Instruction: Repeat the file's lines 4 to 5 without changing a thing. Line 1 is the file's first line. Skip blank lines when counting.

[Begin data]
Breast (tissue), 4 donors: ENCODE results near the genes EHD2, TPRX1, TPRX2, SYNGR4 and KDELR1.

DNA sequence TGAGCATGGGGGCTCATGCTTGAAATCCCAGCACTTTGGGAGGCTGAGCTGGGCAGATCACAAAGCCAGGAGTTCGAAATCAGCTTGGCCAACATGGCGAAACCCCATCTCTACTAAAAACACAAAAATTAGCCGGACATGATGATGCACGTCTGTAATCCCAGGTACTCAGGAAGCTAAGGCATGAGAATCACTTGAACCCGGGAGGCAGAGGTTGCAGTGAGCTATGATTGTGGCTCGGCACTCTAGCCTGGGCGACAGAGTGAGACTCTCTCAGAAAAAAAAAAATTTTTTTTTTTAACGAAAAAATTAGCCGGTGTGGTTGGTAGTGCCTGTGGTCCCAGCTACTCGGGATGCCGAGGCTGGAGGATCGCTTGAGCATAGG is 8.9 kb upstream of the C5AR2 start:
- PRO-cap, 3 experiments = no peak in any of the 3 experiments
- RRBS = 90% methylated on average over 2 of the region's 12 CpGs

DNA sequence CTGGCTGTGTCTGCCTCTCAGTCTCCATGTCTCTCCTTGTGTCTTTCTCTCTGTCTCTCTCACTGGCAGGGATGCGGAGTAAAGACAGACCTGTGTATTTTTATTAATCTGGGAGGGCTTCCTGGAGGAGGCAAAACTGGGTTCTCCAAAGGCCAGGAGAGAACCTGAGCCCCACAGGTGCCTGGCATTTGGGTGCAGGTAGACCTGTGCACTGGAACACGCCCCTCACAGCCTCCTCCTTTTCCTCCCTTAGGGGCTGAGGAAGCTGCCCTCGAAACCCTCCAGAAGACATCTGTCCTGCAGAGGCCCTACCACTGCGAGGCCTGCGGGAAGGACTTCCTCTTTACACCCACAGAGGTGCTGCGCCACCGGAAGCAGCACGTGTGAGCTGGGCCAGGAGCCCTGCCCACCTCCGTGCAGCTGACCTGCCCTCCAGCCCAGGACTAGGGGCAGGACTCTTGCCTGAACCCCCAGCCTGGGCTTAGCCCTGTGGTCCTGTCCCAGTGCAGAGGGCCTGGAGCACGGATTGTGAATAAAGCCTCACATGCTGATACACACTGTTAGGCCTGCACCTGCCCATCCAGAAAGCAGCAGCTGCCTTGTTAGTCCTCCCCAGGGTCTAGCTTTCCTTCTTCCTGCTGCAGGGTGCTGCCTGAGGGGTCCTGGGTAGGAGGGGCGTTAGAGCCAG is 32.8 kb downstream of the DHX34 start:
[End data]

- RRBS = 90% methylated on average over 2 of the region's 12 CpGs

DNA sequence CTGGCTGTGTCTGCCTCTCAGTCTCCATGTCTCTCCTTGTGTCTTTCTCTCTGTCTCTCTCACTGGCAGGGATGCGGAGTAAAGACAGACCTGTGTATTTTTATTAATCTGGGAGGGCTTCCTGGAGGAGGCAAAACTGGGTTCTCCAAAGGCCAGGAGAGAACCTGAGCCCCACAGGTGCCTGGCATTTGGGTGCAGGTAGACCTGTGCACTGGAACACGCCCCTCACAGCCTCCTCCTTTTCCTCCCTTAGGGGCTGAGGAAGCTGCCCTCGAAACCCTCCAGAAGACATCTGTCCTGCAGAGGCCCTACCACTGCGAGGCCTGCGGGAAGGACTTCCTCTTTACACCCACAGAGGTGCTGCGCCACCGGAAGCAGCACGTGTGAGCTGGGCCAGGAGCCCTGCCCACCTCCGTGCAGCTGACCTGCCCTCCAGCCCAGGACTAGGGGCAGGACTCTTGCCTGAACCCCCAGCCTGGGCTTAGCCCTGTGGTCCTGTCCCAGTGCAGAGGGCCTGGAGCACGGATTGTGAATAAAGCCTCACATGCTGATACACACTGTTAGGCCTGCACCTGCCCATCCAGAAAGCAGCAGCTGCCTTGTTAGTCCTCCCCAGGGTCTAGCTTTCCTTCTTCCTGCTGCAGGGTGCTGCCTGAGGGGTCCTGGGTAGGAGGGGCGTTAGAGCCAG is 32.8 kb downstream of the DHX34 start: